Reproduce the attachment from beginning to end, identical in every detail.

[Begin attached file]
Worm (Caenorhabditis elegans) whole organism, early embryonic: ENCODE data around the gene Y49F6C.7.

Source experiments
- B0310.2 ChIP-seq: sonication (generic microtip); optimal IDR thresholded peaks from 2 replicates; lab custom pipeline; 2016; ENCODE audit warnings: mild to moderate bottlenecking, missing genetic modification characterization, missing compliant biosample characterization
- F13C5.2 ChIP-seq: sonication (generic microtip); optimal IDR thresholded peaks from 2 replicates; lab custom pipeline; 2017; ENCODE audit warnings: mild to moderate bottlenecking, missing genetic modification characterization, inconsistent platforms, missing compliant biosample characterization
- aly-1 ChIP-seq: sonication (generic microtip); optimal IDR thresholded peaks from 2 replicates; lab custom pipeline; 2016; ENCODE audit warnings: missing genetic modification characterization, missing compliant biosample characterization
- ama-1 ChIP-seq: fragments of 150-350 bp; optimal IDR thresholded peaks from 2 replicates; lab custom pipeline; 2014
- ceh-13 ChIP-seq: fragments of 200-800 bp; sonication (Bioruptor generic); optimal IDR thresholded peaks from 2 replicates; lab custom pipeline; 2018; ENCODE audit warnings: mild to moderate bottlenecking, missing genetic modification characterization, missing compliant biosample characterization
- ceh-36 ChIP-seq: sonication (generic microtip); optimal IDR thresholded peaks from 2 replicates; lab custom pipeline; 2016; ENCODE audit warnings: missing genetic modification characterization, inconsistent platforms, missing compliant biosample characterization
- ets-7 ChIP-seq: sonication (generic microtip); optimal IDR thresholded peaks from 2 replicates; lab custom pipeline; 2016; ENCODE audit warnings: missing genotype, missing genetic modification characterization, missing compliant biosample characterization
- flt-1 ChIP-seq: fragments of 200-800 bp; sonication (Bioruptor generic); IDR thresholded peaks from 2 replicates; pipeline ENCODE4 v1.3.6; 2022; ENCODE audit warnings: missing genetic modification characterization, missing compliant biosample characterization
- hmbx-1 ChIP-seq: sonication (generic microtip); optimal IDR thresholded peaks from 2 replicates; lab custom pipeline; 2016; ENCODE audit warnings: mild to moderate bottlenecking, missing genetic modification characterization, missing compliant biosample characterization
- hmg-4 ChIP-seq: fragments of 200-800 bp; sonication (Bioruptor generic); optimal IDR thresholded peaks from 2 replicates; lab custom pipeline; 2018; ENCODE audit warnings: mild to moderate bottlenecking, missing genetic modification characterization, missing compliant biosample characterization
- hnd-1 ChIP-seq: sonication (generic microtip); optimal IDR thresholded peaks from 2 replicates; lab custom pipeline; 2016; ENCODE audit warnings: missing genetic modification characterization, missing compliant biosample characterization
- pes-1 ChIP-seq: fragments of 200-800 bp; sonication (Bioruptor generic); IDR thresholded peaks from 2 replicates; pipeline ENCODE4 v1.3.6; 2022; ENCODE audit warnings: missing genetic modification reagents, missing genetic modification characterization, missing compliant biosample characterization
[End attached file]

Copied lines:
Worm (Caenorhabditis elegans) whole organism, early embryonic: ENCODE data around the gene Y49F6C.7.

Source experiments
- B0310.2 ChIP-seq: sonication (generic microtip); optimal IDR thresholded peaks from 2 replicates; lab custom pipeline; 2016; ENCODE audit warnings: mild to moderate bottlenecking, missing genetic modification characterization, missing compliant biosample characterization
- F13C5.2 ChIP-seq: sonication (generic microtip); optimal IDR thresholded peaks from 2 replicates; lab custom pipeline; 2017; ENCODE audit warnings: mild to moderate bottlenecking, missing genetic modification characterization, inconsistent platforms, missing compliant biosample characterization
- aly-1 ChIP-seq: sonication (generic microtip); optimal IDR thresholded peaks from 2 replicates; lab custom pipeline; 2016; ENCODE audit warnings: missing genetic modification characterization, missing compliant biosample characterization
- ama-1 ChIP-seq: fragments of 150-350 bp; optimal IDR thresholded peaks from 2 replicates; lab custom pipeline; 2014
- ceh-13 ChIP-seq: fragments of 200-800 bp; sonication (Bioruptor generic); optimal IDR thresholded peaks from 2 replicates; lab custom pipeline; 2018; ENCODE audit warnings: mild to moderate bottlenecking, missing genetic modification characterization, missing compliant biosample characterization
- ceh-36 ChIP-seq: sonication (generic microtip); optimal IDR thresholded peaks from 2 replicates; lab custom pipeline; 2016; ENCODE audit warnings: missing genetic modification characterization, inconsistent platforms, missing compliant biosample characterization
- ets-7 ChIP-seq: sonication (generic microtip); optimal IDR thresholded peaks from 2 replicates; lab custom pipeline; 2016; ENCODE audit warnings: missing genotype, missing genetic modification characterization, missing compliant biosample characterization
- flt-1 ChIP-seq: fragments of 200-800 bp; sonication (Bioruptor generic); IDR thresholded peaks from 2 replicates; pipeline ENCODE4 v1.3.6; 2022; ENCODE audit warnings: missing genetic modification characterization, missing compliant biosample characterization
- hmbx-1 ChIP-seq: sonication (generic microtip); optimal IDR thresholded peaks from 2 replicates; lab custom pipeline; 2016; ENCODE audit warnings: mild to moderate bottlenecking, missing genetic modification characterization, missing compliant biosample characterization
- hmg-4 ChIP-seq: fragments of 200-800 bp; sonication (Bioruptor generic); optimal IDR thresholded peaks from 2 replicates; lab custom pipeline; 2018; ENCODE audit warnings: mild to moderate bottlenecking, missing genetic modification characterization, missing compliant biosample characterization
- hnd-1 ChIP-seq: sonication (generic microtip); optimal IDR thresholded peaks from 2 replicates; lab custom pipeline; 2016; ENCODE audit warnings: missing genetic modification characterization, missing compliant biosample characterization
- pes-1 ChIP-seq: fragments of 200-800 bp; sonication (Bioruptor generic); IDR thresholded peaks from 2 replicates; pipeline ENCODE4 v1.3.6; 2022; ENCODE audit warnings: missing genetic modification reagents, missing genetic modification characterization, missing compliant biosample characterization